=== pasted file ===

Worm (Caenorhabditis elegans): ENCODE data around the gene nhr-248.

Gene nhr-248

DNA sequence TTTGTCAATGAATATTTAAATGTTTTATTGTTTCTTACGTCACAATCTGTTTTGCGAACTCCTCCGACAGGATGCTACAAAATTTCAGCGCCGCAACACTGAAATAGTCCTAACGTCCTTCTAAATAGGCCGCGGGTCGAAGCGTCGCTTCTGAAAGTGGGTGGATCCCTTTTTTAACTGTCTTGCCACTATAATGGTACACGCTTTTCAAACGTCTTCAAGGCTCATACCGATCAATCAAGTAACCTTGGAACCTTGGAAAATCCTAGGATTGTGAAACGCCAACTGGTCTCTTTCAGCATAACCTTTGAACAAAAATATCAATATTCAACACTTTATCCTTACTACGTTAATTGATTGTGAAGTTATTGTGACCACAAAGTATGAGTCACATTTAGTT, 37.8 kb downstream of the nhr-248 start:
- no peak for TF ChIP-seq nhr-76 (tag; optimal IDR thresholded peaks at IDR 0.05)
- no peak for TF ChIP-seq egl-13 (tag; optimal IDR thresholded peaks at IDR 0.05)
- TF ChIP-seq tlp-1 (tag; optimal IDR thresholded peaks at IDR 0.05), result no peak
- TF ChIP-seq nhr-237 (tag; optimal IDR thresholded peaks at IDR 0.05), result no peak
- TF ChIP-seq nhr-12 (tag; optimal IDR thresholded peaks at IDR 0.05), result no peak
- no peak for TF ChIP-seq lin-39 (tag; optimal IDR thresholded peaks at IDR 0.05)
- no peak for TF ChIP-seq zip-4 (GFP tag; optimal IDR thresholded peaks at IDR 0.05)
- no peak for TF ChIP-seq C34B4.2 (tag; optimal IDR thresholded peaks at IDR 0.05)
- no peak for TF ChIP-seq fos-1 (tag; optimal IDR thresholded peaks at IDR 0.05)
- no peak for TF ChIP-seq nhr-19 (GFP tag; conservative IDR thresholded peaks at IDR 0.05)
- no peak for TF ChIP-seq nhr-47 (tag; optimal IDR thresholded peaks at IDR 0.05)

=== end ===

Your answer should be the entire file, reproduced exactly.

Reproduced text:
Worm (Caenorhabditis elegans): ENCODE data around the gene nhr-248.

Gene nhr-248

DNA sequence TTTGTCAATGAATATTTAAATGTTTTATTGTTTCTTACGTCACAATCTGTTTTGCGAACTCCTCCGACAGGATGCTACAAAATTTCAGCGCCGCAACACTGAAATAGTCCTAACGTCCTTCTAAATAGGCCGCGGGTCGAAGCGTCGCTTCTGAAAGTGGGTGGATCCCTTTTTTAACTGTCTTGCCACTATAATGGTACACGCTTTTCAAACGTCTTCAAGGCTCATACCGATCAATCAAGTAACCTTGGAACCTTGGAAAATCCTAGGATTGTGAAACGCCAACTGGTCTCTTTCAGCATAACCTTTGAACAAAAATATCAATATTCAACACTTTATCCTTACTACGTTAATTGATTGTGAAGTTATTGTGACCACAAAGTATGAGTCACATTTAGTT, 37.8 kb downstream of the nhr-248 start:
- no peak for TF ChIP-seq nhr-76 (tag; optimal IDR thresholded peaks at IDR 0.05)
- no peak for TF ChIP-seq egl-13 (tag; optimal IDR thresholded peaks at IDR 0.05)
- TF ChIP-seq tlp-1 (tag; optimal IDR thresholded peaks at IDR 0.05), result no peak
- TF ChIP-seq nhr-237 (tag; optimal IDR thresholded peaks at IDR 0.05), result no peak
- TF ChIP-seq nhr-12 (tag; optimal IDR thresholded peaks at IDR 0.05), result no peak
- no peak for TF ChIP-seq lin-39 (tag; optimal IDR thresholded peaks at IDR 0.05)
- no peak for TF ChIP-seq zip-4 (GFP tag; optimal IDR thresholded peaks at IDR 0.05)
- no peak for TF ChIP-seq C34B4.2 (tag; optimal IDR thresholded peaks at IDR 0.05)
- no peak for TF ChIP-seq fos-1 (tag; optimal IDR thresholded peaks at IDR 0.05)
- no peak for TF ChIP-seq nhr-19 (GFP tag; conservative IDR thresholded peaks at IDR 0.05)
- no peak for TF ChIP-seq nhr-47 (tag; optimal IDR thresholded peaks at IDR 0.05)